The eight counter-demonstrators were among a crowd that appeared to outnumber by nearly 10 to 1 those wearing "White Lives Matter" shirts and waving Confederate flags.
The ninth arrested person was from the pro-white group that staged the rally at Stone Mountain Park; he apparently threw a smoke bomb at law enforcement officers, said John Bankhead, spokesman for the park's Department of Public Safety.
Police in riot gear appeared to outnumber everyone, maintaining a sprawling presence around separate areas containing the different groups. Tensions appeared to level off after the arrests, with the opposing groups keeping to designated areas of a parking lot at the base of Stone Mountain. By around 2 p.m., people from both sides began to leave the park, the latest site of the divisive battle over Confederate landmarks in the South.
Once a hotbed of Ku Klux Klan activity, Stone Mountain Park
is home to a large carving in the granite mountain depicting Confederate leaders President Jefferson Davis and Gens. Robert E. Lee and Thomas J. "Stonewall" Jackson.
A Confederate flag flies atop the mountain, with the mountain and its surrounding park now known as a recreational spot for families and tourists. The flag and the carving have drawn condemnation from those who say it glorifies a horrific period in American history, prompting efforts to remove the flag in the wake of similar efforts across the Southeast.
Rock Stone Mountain -- the name given to Saturday's rally by organizers -- was held two days before the observance of Confederate Memorial Day in Georgia, a paid day off for some state employees. John Estes, an event organizer with the group Rock Stone Mountain, said Saturday's rally was intended to focus on what he called attempts to erase Confederate history and the white race altogether. The large police presence and the park's decision not to let them climb the mountain "cut down our numbers quite a bit," he told CNN affiliate WSB-TV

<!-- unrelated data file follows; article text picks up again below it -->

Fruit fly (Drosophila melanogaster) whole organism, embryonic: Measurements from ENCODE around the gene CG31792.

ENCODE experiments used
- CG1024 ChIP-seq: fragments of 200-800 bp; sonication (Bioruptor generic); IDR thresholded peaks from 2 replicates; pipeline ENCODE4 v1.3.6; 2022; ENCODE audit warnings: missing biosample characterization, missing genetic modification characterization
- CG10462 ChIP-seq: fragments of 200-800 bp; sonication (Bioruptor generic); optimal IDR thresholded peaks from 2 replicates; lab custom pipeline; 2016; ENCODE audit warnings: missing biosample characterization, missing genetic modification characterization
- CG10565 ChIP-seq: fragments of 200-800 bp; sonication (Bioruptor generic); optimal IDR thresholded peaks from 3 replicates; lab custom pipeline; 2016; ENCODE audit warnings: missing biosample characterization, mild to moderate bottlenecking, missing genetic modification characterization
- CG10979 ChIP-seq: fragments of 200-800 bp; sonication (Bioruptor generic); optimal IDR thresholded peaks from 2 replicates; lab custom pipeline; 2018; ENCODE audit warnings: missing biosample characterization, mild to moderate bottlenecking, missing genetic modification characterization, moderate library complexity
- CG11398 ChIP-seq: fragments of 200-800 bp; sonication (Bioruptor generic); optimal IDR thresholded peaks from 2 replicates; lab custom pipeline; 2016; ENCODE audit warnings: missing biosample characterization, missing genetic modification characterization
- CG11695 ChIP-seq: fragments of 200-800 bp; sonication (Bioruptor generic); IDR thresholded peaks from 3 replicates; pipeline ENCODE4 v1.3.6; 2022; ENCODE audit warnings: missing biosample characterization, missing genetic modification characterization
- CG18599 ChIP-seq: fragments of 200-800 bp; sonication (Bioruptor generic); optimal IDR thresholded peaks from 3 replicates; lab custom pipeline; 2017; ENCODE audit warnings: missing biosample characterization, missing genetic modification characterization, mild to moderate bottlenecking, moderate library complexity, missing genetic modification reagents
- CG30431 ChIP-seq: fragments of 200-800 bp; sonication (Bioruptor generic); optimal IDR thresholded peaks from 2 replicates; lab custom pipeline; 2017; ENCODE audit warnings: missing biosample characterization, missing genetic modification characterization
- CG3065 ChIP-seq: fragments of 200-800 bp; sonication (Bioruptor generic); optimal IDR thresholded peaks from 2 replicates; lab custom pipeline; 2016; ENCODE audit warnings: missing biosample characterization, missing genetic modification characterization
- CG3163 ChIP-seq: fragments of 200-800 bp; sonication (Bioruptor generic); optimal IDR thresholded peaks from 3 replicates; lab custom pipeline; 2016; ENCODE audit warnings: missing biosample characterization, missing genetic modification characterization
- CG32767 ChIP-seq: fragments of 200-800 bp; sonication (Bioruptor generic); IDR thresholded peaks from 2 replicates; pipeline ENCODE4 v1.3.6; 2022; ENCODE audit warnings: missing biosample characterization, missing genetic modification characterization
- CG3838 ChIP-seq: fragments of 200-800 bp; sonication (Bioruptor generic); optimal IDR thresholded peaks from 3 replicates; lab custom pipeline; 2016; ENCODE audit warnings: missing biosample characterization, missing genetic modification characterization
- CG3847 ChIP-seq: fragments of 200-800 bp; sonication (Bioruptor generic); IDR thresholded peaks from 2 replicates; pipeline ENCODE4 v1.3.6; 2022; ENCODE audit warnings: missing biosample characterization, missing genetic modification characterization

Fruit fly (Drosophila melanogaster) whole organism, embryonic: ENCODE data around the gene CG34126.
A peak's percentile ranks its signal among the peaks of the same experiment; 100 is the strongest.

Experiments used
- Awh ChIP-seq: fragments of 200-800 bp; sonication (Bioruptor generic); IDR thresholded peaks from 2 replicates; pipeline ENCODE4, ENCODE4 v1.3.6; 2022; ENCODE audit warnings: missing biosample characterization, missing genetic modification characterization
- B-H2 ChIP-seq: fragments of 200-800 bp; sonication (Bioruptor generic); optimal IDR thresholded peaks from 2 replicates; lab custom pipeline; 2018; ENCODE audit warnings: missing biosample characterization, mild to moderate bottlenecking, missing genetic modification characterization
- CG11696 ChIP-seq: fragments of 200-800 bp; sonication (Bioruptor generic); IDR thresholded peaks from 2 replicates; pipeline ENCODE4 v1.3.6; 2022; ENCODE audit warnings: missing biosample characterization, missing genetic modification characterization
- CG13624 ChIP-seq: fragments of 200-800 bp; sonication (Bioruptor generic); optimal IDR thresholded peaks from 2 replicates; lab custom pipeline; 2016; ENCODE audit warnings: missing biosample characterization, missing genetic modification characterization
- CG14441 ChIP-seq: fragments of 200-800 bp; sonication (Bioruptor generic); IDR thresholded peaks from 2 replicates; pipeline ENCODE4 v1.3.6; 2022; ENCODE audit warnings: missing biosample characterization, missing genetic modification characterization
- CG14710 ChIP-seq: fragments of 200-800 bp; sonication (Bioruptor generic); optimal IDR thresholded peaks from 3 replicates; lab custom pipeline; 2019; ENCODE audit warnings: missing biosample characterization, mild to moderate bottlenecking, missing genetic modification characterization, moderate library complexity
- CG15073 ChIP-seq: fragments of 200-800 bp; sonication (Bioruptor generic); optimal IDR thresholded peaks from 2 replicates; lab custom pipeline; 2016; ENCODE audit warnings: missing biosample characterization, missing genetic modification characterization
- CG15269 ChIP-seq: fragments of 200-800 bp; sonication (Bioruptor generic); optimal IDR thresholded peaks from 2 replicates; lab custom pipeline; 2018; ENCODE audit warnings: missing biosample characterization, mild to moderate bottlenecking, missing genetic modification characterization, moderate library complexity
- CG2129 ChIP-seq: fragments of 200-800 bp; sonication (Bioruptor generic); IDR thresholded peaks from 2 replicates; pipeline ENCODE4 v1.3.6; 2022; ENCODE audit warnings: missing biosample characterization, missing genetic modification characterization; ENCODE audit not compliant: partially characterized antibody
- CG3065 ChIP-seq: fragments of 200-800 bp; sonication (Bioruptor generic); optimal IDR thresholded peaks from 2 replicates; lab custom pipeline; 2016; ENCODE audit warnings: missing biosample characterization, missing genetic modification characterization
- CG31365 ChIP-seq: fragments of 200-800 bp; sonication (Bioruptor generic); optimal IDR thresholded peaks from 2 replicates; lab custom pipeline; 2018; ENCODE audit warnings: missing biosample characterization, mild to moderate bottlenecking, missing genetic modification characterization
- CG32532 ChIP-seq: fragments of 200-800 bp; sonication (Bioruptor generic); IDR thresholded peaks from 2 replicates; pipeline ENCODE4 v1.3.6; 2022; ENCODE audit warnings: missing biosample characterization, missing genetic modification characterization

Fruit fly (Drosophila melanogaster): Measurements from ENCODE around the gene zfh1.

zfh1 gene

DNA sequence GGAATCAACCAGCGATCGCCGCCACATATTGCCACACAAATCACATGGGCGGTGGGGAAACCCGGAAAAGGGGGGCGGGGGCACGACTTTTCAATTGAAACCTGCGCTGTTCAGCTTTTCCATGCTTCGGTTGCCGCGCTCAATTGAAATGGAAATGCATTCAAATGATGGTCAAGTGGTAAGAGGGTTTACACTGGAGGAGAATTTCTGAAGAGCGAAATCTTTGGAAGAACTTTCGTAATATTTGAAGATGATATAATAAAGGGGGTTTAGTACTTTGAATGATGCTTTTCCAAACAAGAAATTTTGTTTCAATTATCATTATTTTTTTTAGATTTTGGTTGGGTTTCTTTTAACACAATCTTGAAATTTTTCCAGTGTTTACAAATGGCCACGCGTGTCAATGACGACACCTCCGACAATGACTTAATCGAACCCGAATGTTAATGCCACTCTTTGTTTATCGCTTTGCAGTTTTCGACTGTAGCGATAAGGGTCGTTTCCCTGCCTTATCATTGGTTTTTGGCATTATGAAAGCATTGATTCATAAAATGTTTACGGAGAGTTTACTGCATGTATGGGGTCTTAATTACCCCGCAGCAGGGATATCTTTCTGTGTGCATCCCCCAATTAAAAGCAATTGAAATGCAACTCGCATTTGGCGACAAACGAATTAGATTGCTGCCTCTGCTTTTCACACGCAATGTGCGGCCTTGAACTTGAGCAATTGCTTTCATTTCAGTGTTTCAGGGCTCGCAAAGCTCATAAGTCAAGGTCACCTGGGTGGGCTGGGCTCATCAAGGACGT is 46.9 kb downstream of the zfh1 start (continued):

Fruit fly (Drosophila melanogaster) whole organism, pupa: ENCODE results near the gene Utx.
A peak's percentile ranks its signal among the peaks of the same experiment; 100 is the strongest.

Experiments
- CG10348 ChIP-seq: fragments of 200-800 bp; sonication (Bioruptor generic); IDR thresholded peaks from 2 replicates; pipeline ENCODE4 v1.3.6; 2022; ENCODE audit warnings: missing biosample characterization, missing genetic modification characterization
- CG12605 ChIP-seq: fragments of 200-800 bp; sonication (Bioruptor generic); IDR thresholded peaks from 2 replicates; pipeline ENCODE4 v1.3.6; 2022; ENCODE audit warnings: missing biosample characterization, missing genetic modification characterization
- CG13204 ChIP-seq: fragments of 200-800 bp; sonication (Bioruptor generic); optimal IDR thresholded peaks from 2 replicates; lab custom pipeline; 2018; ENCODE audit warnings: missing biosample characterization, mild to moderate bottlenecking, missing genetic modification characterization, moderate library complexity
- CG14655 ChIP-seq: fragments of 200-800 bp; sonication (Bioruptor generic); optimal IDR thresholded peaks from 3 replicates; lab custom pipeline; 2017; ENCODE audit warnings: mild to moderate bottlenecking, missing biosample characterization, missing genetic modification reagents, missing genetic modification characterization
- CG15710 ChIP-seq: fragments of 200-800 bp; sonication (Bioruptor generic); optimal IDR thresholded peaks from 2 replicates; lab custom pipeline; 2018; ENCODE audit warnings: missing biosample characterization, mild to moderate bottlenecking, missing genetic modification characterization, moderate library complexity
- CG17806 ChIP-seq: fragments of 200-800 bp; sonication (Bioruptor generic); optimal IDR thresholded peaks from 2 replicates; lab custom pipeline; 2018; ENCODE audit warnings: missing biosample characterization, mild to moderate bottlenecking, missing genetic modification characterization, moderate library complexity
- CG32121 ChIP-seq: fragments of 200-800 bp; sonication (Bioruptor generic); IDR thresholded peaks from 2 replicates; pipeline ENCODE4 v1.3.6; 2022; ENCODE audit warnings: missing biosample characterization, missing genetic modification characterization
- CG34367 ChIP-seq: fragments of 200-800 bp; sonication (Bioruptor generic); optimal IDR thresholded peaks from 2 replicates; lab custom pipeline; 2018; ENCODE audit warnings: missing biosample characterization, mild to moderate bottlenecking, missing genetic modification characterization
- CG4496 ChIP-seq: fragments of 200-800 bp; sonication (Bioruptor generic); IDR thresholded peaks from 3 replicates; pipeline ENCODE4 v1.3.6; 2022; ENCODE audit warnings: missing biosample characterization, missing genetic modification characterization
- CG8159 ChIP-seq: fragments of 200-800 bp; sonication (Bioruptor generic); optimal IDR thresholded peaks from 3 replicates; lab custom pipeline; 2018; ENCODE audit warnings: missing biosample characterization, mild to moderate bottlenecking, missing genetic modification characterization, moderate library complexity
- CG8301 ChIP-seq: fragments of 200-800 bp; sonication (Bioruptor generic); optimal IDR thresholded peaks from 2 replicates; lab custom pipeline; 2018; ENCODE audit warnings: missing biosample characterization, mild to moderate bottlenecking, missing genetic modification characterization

The counter-demonstrators were arrested as they tried to confront pro-white demonstrators. Police in riot gear cut them off and some began to throw rocks and fireworks at police, Bankhead said. They were arrested for wearing face-coverings resembling bandanas in violation of a law against wearing masks or hoods in public places, Bankhead said.
The NAACP shared images of the arrests and expressed concern over mounting tensions at the rally and going forward.
While Rock Stone Mountain did not have a specific affiliation, Estes said it was made up of like-minded individuals from all over who share a concern about the "future of the white race."
Rally attendee Jeremy Walls of Mississippi said he was representing his state's League of the South. He distanced himself from the Klan but said he "advocates for the South to be an independent people by just means."
When asked about perceptions that the event carried a hateful message, he replied "Everything we do is out of love. Love of our people. The only thing we hate is what the Bible teaches us to hate."
Counter-demonstrators were not buying it. They carried anti-Klan signs and some even wrapped themselves in the Confederate flag.
Stone Mountain Park closed attractions, including a laser show, for the rest of the day. It said in a statement that it issued permits to three groups "for free speech activity" and that it did not endorse the views of any one group.